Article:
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It's never too early...

A Mountain Bikers' Retirement Plan

Words Andrew Major
Photos Andrew Major
Date May 1, 2019

The Rick

I've been frequently finding myself at the nexus of two seemingly unrelated but entirely complementary conversations:

1) Local bike shops have always been seasonal businesses and now, with stiff competition from the internet, great service (on the shop floor & wrenching) has never been more important.

2) Riders I know are retiring or being retired, and thinking about what they're going to do when they aren't riding bikes, maintaining trails, and ranting for hours about how much better everything used to be.

Whether it's working weekends on the sales floor four months a year, or turning wrenches part-time, working in the right bike shop can be an awesome gig. And it's a great chance to pass on experience and work ethic to the younger generation in exchange for their best avocado toast recipes. Not to mention blowing their craft-beer-only minds by waxing poetic about the delicious taste of Kootenay True Ale.*

*Coors Banquet, Lucky Lager, Pabst, etc - insert the local best beer on a budget preference.

Bike Mechanic Tools NSMB AndrewM (2).JPG

Fair warning; a tool addiction can suck up a mechanic's paycheck in no time. There's a reason Abbey Tools are the colour of (American) money.

Bike Mechanic Tools NSMB AndrewM (3).JPG

Plan for an actual retirement, or buy one of everything Wera sells? It's a tough call. And just when you have one of everything you need... BAM! New industry standard.

It's not a new idea. For years I dealt with a local guy named Rick Hutchison who worked a few days a week on the floor of his friend's shop in the summer and went South for much of the winter. He made a few bucks, taught the groms at the shop a lot, and disappeared when the fair-weather customers did. Riding, trail building, and working a couple days a week in one of my favourite shops is certainly my retirement dream.

As outrageously complicated as the top-end bikes are getting, there's still no rocket surgery going on. Not to mention that even in the highest end markets the average customer isn't buying a full carbon AXS machine and even then. Like any trade, it's all about the right tools, training, and attitude.

Seek & Employee LLV AndrewM

When not working part-time in the shop, I'd love to follow the example of true MTB legends like Vic Gioia on Burke and Peter Morin on Fromme who are still digging trail well into their 70s. Volunteer trail building won't pay the bills but it's massively appreciated. And there are paid gigs - like leading trail days here on the North Shore - in a few locations.

There are very few jobs where everyone interacting is commonly stoked. Buying, selling, fixing; people love bikes. Even part time shops are a bit crazy in the summer but the well run ones can generally turn that into energy that everyone can feed off of and heck, part time staff can always pass that buck up the ladder.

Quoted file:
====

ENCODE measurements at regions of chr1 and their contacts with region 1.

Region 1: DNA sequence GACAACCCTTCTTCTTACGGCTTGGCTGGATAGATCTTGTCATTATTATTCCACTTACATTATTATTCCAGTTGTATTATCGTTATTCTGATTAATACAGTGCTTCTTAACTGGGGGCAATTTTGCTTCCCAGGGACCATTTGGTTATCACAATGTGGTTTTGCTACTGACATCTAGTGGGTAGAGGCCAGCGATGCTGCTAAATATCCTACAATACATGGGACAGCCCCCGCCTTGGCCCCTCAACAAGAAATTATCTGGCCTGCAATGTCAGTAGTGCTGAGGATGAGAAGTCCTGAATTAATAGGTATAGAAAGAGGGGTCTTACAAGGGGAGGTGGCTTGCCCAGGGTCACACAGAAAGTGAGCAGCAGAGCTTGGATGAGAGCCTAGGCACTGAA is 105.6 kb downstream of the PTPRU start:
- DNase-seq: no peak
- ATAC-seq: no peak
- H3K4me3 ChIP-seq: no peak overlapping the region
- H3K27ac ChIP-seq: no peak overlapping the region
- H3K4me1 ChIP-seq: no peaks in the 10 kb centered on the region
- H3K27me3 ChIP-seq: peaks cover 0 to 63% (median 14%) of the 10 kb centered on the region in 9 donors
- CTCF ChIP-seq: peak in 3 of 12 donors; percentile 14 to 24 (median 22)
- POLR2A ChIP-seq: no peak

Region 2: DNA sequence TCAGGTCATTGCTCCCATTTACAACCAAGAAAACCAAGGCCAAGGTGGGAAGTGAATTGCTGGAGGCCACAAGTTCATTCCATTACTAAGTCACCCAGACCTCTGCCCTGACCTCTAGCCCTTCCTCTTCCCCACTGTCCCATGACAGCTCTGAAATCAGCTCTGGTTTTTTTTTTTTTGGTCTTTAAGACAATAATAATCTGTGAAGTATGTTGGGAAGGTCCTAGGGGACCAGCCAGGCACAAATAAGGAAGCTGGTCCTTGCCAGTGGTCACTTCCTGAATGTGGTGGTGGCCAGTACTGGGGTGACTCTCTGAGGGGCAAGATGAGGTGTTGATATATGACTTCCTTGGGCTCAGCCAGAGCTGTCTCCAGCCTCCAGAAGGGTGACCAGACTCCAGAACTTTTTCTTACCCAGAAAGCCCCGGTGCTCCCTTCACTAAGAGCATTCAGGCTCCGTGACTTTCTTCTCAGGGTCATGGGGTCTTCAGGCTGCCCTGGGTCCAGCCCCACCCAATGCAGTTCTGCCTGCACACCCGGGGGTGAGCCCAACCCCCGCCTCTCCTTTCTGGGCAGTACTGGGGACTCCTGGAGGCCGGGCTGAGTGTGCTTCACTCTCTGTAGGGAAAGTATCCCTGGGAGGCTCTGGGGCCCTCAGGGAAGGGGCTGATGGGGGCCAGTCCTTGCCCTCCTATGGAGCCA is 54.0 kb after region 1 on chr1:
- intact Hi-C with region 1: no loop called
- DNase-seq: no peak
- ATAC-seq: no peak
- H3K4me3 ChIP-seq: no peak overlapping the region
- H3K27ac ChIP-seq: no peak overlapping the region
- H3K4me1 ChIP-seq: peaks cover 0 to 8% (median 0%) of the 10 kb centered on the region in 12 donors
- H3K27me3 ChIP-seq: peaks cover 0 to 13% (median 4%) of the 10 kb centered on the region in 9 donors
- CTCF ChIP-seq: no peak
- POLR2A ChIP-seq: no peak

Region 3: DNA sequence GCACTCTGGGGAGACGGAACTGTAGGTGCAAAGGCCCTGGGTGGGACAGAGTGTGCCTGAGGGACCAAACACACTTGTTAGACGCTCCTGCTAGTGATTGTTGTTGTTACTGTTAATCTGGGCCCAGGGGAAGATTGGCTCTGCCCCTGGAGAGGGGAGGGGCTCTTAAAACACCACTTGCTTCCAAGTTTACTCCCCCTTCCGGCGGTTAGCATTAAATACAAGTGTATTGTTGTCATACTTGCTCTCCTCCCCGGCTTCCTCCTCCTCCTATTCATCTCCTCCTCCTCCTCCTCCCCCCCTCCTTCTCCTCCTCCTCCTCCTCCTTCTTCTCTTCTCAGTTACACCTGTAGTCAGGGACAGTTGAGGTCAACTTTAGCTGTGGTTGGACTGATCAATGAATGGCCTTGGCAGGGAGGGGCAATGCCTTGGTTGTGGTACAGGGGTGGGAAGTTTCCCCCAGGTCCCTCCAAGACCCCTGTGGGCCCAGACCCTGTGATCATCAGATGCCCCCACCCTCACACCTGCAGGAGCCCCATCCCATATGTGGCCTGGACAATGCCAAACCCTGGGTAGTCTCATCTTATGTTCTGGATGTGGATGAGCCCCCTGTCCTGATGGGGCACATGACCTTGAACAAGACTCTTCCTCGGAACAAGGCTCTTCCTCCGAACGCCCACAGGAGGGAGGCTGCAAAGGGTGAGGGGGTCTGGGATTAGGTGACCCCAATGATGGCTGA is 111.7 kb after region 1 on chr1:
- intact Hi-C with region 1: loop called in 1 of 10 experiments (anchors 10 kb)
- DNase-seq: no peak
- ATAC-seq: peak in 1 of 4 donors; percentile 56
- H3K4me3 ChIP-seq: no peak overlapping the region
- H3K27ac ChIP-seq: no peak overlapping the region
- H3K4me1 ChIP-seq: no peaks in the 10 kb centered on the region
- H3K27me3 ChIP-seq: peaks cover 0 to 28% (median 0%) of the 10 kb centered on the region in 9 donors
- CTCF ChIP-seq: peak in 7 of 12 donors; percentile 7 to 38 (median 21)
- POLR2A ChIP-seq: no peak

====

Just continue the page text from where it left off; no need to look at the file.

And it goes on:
Interested in a fun and rewarding part-time job? The only requirements are a great attitude and love for bicycles. You were a heavy duty mechanic in a past life? Even better. If there's a shop you love to deal with, don't be afraid to start the conversation.

Comments

Fasta_Pasta
+4 Jitensha Kun IslandLife Ben Andrew Major
Scott Jamieson  - May 1, 2019, 4:57 a.m.

I worked for 4 years as a mechanic in college. Now 15 years later, I still seem to find myself back on the tools every few years when I'm in between job contracts, especially at Christmas time when all the kids bikes need assembling. Bike shops are important for communities, okay we all shop online, but hanging out in a workshop is such a pleasure.

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AndrewMajor
+1 Andy Eunson
Andrew Major  - May 1, 2019, 7:40 a.m.

It’s still a job, but I love the culture and camaraderie in great shops. 

There are lots of pressures, including pricing from the internet and local speculation-based property taxes, but you it’s also amazing how many riders go out of their to support their local shop when their shop supports them. Whether it’s adopting trails, sponsoring events, or just going the extra mile to keep them riding.

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Vikb
0
Vik Banerjee  - May 1, 2019, 6:32 a.m.

Ha! Something like this is a vague part of my retirement plan. Not for the period right after I retire, but a bit later on when road tripping and shredding starts to slow down. I did a stint in outdoor retail a while back and the only two things I didn't like were 1) the shitty pay and 2) corporate BS/managers. After a while I threatened to quit and they realized I was one of the few solid employees they had so they were a lot nicer to me and asked me to stay.

I can see being into another stretch at a gig like this in retirement. Although some extra $$ and discounts would be nice I won't need it to be fine so nobody can really be a dick to me. The money is not an issue and neither is seasonal or PT work.

The one thing that would stop me from doing this right after I retire is that I don't want to give up a office hour weekday gig just to have my weekends/holidays eaten up by an outdoor retail job. That's when my friends will be free to ride/hangout and the cost to benefit ratio is not worth it. But, that's when an outdoor retail business needs extra help.